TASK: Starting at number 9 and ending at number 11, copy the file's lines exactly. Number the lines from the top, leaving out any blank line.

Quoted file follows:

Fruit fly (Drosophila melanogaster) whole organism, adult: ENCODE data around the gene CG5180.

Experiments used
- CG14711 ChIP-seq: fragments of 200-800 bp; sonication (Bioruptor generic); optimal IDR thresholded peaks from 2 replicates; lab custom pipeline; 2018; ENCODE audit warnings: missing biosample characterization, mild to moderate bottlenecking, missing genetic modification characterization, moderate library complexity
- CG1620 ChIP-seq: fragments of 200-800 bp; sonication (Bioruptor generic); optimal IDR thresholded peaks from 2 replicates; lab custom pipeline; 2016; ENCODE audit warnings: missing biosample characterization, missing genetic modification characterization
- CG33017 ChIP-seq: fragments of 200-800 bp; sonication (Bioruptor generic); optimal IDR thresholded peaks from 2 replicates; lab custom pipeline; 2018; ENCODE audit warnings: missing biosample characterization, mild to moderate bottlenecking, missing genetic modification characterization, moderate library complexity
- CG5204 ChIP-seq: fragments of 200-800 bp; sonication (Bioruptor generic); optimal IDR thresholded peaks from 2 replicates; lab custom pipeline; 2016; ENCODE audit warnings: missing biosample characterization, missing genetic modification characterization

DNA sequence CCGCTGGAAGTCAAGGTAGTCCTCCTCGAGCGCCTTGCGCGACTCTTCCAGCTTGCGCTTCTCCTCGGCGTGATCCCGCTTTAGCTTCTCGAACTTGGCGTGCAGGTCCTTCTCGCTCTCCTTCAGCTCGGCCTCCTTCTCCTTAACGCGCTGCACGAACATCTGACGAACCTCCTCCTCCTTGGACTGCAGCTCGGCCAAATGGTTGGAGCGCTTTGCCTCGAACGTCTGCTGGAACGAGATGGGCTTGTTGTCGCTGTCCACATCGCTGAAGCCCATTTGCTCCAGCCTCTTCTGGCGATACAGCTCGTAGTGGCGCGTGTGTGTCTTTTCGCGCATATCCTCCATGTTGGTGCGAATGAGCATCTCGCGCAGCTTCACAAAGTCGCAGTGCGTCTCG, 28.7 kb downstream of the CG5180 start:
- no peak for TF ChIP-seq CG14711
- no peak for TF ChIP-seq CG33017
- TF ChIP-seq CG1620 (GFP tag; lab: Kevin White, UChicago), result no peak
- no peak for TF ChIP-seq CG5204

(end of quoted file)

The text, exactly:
- no peak for TF ChIP-seq CG33017
- TF ChIP-seq CG1620 (GFP tag; lab: Kevin White, UChicago), result no peak
- no peak for TF ChIP-seq CG5204